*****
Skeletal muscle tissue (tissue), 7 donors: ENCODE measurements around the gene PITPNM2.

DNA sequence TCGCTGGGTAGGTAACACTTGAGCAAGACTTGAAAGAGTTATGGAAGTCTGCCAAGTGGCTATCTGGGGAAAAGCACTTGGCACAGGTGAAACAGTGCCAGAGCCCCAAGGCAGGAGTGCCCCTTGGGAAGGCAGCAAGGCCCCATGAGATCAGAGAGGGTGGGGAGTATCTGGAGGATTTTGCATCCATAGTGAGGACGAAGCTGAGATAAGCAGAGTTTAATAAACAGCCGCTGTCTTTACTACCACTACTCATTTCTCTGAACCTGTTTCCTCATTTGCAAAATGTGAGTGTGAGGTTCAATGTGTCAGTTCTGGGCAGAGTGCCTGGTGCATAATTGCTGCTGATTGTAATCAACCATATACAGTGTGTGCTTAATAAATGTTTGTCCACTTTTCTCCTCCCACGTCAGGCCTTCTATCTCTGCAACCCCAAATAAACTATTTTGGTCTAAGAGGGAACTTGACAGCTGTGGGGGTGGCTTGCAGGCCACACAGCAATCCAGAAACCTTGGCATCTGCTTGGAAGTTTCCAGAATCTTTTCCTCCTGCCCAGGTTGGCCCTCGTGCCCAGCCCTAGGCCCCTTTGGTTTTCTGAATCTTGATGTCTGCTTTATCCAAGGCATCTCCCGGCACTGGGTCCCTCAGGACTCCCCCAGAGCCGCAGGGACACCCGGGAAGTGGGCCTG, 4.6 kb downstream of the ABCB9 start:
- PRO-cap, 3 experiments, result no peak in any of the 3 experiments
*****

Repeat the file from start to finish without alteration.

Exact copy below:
Skeletal muscle tissue (tissue), 7 donors: ENCODE measurements around the gene PITPNM2.

DNA sequence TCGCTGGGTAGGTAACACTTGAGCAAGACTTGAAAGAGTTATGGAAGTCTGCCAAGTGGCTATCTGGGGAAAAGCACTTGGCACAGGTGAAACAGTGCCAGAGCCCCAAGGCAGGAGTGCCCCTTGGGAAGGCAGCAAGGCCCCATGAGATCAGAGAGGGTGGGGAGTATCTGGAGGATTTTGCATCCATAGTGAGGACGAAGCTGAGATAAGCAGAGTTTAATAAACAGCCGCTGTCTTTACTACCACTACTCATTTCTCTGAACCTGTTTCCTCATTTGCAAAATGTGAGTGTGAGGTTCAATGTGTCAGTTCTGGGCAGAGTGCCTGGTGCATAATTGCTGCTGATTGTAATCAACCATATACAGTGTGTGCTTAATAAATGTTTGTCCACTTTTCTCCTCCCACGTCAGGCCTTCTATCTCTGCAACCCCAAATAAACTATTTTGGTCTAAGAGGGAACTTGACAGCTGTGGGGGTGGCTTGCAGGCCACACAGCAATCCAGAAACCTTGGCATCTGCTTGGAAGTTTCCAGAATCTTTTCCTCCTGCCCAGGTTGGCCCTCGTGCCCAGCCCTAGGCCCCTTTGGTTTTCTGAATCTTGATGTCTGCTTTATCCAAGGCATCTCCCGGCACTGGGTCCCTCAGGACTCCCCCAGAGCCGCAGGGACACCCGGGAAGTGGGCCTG, 4.6 kb downstream of the ABCB9 start:
- PRO-cap, 3 experiments, result no peak in any of the 3 experiments